There are other brands, however, that can’t afford to play so loose and free with their brand capital and Aston Martin is a prime example. Read the rest of this entry »

Filed under: Adventures in Brand Extension, Branding, Car, Car Culture, Design, Design Strategy, Eco, Premium, Sustainability, Things I Hate, , , , , , , , , , , , , , , , , , , , , , , , , , , , ,

Quote of the Day

“This is a non-rational business. It’s not irrational. But it’s not necessary for anyone to get a new car—almost ever.”

Jerry Hirshberg, former president of Nissan Design International


When Jerry Hirshberg uttered these words in an interview with Gary Vasilash of Automotive Design and Production back in 2002 he was fresh from taking part in a highly successful product renaissance at Nissan. He was at the height of his powers: making consumers fall in love with a product that they didn’t need.

Hirshberg was the guy that, when Nissan had sunk to a financial and creative low in the late 90’s, suggested reviving the Z. Clearly he knows how to pull at consumer heart strings to get a return on investment.

I don’t think we will ever eviscerate emotion from the car/human equation but what if the emotions we feel in relation to cars change? Imagine, for a minute, if automotive brands could no longer leverage power, size, opulence and selfishness as their emotional draw cards, but instead had to appeal with intelligence, authenticity, longevity and real value. Read the rest of this entry »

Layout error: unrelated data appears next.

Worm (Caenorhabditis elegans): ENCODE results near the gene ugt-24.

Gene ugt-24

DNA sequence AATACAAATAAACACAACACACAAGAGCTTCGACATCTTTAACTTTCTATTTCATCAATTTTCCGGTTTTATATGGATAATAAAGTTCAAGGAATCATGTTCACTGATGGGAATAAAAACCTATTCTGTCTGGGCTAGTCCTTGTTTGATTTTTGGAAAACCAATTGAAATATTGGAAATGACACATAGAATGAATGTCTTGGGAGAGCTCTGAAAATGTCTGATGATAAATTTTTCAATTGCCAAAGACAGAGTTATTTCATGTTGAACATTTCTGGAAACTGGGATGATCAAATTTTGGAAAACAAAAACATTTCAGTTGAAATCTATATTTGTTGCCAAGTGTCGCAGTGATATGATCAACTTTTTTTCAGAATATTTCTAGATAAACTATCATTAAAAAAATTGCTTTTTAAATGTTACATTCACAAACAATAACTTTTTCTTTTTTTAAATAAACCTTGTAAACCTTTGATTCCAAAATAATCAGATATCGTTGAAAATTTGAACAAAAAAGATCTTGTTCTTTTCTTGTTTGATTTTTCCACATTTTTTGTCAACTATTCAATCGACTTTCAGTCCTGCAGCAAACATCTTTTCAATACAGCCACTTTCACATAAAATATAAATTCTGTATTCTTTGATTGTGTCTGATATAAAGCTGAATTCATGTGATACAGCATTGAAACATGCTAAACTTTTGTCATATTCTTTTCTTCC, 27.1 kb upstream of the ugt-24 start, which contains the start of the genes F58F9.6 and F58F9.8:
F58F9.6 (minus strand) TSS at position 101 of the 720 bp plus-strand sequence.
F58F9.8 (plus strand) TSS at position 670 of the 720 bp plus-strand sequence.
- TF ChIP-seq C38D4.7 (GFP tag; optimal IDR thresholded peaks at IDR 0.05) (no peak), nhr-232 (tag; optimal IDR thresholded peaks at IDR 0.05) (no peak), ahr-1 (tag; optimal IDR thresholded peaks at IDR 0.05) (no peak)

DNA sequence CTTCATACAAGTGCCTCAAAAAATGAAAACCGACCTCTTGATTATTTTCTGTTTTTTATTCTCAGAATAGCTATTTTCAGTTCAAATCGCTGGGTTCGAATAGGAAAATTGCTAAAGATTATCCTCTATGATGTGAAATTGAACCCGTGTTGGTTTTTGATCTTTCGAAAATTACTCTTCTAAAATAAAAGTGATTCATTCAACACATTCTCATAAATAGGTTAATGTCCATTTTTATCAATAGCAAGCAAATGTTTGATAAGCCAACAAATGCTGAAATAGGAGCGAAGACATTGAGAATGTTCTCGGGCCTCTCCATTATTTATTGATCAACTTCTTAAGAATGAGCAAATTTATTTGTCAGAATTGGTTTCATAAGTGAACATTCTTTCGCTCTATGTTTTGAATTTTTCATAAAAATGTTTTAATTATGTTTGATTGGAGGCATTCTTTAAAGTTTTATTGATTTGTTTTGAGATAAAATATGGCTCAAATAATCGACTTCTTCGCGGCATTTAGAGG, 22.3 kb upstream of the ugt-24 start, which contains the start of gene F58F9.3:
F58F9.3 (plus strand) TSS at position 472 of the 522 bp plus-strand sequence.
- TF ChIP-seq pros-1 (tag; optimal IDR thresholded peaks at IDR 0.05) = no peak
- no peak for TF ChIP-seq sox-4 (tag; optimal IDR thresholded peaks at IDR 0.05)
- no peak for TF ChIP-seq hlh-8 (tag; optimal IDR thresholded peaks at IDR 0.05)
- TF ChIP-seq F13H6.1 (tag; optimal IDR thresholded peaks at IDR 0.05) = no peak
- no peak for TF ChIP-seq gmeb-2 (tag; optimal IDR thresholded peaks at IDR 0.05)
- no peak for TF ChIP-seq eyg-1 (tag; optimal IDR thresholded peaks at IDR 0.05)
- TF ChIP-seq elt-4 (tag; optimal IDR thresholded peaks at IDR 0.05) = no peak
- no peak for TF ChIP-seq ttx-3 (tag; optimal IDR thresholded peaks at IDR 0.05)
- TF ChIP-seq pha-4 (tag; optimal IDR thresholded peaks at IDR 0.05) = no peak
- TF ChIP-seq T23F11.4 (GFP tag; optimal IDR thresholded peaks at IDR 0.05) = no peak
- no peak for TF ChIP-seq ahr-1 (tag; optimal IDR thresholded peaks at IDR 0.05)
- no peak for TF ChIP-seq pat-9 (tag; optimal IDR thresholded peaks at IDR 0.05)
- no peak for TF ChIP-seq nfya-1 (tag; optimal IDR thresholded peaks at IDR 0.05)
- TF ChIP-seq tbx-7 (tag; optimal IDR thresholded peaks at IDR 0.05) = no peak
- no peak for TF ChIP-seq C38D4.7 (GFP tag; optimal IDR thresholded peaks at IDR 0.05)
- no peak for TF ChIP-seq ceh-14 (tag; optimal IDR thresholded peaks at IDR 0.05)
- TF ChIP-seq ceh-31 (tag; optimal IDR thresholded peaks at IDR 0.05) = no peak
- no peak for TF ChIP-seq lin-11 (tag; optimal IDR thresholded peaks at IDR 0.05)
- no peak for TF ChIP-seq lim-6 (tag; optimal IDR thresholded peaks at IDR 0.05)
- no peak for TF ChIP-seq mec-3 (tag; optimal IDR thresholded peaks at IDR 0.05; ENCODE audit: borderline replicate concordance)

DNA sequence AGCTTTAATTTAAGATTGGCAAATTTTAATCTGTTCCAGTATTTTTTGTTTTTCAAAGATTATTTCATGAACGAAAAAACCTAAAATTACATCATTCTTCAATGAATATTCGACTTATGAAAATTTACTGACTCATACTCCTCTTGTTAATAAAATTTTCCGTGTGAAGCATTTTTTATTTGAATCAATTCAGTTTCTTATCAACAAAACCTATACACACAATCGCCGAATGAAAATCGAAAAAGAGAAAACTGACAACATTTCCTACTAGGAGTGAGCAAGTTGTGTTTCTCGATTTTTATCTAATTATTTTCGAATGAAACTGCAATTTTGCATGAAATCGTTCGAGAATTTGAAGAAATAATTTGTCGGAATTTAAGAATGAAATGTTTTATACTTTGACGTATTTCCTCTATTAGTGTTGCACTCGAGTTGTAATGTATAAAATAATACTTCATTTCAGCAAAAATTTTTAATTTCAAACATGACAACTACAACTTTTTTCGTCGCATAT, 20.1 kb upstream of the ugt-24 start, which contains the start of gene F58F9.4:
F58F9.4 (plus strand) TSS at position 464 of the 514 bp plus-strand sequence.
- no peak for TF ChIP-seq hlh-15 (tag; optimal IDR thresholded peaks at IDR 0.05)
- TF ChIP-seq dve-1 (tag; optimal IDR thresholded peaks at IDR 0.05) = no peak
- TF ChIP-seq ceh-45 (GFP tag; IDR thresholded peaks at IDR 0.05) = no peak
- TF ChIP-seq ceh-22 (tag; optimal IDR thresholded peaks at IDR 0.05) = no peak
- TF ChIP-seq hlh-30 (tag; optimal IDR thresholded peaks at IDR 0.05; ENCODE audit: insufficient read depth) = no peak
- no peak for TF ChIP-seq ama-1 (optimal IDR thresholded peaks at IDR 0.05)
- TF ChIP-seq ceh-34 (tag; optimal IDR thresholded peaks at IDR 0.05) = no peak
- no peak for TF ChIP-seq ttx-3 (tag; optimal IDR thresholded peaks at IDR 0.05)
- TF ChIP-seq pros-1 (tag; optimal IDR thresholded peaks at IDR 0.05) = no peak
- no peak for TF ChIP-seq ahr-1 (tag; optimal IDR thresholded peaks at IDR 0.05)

Filed under: Branding, Car, Design, Design Strategy, Eco, , , , , , , , , , , ,

Golf VII to Downsize: Told you so!


I was asked early last year what my opinion was on the future of the C Segment and what I believed then is what I still belive now: C Segment cars are too big, too space inefficient and, crucially, too heavy.

My conclusion was that any forward thinking manufacturer would take a similar approach to the one Mazda took when redesigning the 2: downsize and lighten up.

Following this assertion, I had a period of wondering if it would come true as each successive C Segment preview and launch continued the trend for bloat. Even Mazda, who has lead the recent focus on generational weight management let their game slip with the new 3.